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Bank Base Rate more likely to fall than rise

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The Bank of England's (BoE) next Base Rate change may see a cut in interest rates rather than raise, policymaker Michael Saunders has said.

Speaking to local businesses in Barnsley today, Saunders, who is a member of the BoE’s Monetary Policy Committee (MPC) which sets the Bank Base Rate off which many lending products are priced, said: “If the UK avoids a no-deal Brexit, monetary policy also could go either way and I think it is quite plausible that the next move in Bank Rate would be down rather than up.” Saunders’ comments are the first clear indication that the committee would favour a further cut.  The external governor’s comments are a change from the MPC’s previous stance where it said in the event of a no-deal Brexit its response could go either up or down, and this would depend on the effects on supply, demand and the exchange rate. 

He said even if the UK escaped a no-deal scenario, uncertainty had acted as a slow puncture” to the economy which had seen growth slowed to a mere crawl”.In this case, it might well be appropriate to maintain a highly accommodative monetary policy stance for an extended period and perhaps to loosen policy at some stage, especially if global growth remains disappointing.”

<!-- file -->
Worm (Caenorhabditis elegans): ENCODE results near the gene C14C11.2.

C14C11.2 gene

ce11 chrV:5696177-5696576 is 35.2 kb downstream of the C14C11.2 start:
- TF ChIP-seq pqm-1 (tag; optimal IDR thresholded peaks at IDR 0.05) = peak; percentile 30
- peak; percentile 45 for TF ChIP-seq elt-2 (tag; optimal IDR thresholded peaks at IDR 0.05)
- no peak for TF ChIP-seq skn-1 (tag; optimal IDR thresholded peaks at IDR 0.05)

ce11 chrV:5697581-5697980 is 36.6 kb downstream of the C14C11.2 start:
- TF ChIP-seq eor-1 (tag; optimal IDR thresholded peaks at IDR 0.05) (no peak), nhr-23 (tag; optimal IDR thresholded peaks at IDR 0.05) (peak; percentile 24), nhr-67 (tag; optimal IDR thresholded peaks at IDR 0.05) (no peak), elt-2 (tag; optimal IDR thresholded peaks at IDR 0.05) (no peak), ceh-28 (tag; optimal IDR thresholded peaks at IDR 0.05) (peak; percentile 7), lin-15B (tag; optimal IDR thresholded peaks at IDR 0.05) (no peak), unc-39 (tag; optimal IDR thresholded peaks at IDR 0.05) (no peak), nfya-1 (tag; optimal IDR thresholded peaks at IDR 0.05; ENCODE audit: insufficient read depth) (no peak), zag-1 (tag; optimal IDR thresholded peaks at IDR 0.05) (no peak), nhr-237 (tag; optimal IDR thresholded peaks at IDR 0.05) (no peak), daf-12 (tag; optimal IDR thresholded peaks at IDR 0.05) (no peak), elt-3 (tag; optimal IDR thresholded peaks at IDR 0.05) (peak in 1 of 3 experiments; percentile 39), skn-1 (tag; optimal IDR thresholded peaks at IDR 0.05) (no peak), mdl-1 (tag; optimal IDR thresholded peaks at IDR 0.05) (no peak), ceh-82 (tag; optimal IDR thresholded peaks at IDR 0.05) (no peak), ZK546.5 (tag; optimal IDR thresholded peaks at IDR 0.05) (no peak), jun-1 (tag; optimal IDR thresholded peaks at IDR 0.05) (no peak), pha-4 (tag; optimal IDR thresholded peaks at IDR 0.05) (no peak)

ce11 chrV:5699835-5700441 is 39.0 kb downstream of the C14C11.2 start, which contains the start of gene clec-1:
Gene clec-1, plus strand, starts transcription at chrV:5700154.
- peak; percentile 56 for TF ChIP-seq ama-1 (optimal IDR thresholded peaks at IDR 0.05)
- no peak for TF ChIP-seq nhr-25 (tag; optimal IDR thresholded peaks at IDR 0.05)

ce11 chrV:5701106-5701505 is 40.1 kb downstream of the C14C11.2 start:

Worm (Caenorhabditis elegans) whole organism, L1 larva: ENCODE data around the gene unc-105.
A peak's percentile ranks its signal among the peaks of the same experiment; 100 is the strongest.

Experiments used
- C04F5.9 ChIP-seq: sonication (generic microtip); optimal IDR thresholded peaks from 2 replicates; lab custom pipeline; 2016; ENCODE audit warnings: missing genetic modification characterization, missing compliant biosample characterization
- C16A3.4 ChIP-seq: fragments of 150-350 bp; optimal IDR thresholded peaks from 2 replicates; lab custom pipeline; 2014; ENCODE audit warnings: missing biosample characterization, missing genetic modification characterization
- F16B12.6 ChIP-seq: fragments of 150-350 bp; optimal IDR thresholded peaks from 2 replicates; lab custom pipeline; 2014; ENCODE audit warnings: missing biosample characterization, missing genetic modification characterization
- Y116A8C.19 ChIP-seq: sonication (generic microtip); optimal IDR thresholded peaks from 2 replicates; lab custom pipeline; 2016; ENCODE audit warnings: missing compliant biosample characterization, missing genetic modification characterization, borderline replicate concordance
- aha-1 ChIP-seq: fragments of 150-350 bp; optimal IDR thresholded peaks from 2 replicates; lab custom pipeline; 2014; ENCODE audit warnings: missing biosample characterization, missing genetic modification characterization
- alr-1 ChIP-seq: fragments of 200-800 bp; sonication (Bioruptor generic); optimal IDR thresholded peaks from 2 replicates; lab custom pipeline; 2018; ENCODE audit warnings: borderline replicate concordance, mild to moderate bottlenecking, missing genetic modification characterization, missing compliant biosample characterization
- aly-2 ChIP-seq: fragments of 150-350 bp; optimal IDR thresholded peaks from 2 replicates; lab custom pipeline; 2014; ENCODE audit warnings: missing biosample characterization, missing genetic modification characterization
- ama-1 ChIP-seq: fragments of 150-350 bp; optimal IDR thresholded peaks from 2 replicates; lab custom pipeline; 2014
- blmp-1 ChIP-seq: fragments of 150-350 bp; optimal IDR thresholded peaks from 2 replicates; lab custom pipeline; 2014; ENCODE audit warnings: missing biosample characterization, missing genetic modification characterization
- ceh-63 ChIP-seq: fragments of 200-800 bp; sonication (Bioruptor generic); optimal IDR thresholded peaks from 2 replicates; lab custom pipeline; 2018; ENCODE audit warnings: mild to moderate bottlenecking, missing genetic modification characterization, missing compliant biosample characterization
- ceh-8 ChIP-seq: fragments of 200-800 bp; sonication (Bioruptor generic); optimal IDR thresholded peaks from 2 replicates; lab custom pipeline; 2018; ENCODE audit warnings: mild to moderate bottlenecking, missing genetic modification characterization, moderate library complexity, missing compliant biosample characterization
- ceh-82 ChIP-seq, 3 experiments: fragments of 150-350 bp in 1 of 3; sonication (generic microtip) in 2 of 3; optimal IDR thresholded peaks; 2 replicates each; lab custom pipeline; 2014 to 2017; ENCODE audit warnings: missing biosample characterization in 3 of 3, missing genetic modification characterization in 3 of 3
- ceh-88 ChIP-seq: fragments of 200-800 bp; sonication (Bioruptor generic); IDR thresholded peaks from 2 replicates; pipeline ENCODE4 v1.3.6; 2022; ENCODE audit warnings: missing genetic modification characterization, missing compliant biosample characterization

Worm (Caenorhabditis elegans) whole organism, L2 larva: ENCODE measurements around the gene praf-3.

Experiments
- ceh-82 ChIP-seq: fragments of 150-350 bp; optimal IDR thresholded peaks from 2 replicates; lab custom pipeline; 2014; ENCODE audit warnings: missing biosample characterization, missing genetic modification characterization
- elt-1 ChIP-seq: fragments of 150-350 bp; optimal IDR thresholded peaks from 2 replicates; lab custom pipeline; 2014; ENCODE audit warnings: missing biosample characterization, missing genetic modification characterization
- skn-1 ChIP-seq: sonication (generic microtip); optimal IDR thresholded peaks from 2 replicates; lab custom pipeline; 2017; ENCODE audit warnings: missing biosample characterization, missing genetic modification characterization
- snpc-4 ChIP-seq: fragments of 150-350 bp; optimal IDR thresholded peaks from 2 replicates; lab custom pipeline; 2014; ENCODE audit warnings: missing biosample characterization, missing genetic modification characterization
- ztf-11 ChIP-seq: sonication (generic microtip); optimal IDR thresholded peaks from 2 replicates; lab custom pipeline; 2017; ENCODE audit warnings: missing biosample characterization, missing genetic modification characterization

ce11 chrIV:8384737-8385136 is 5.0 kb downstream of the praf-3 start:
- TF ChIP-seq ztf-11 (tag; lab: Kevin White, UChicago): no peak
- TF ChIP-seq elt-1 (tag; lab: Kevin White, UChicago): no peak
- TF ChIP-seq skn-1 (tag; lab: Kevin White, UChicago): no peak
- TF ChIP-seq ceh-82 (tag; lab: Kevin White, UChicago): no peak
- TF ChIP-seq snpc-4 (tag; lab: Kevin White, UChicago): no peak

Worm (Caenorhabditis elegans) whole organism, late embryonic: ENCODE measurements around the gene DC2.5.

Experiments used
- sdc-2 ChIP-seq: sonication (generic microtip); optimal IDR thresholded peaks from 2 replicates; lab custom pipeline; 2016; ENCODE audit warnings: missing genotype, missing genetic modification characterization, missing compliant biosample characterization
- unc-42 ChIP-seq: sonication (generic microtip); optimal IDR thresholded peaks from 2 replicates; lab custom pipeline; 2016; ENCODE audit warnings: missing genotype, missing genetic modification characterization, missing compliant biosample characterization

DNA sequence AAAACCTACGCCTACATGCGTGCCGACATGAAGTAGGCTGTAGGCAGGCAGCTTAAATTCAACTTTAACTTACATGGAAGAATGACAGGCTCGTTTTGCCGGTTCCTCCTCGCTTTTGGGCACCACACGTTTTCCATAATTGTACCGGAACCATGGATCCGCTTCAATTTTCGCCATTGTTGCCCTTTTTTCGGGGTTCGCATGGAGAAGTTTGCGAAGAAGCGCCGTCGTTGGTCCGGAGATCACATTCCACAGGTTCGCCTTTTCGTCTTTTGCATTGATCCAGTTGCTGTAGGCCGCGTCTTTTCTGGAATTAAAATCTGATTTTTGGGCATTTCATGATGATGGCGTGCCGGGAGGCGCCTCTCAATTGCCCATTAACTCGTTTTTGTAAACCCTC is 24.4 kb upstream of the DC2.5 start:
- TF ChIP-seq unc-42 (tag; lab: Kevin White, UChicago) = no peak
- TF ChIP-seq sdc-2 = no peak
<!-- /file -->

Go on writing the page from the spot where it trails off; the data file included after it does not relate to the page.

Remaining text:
Saunders added: “An approach of deferring any change in interest rates until it is clear which Brexit scenario is unfolding may mean that we drift away from the appropriate policy stance and subsequently need to adjust rates rather abruptly. 

“In general, I would prefer to be nimble, adjusting policy if it appears necessary to keep the economy on track, and accepting that it may be necessary to change course if the outlook changes significantly.” 

Last week, the BoE said interest rates were likely to remain low for a while, as it announced it would be holding the base rate at 0.75 per cent. 

Long-term damage 

Artur Baluszynski, head of research at financial consultant Henderson Rowe, said: “Even if we avoid a no-deal Brexit, the last three years have done enough damage to the UK economy to warrant a ‘lower for longer’ approach to interest rates.  

“With a short average fixed-term period on their mortgages, UK households are very sensitive to any hikes in interest rates so unless we experience a currency crisis, the Bank of England should continue to keep the ‘cost of money’ reasonably low.” 


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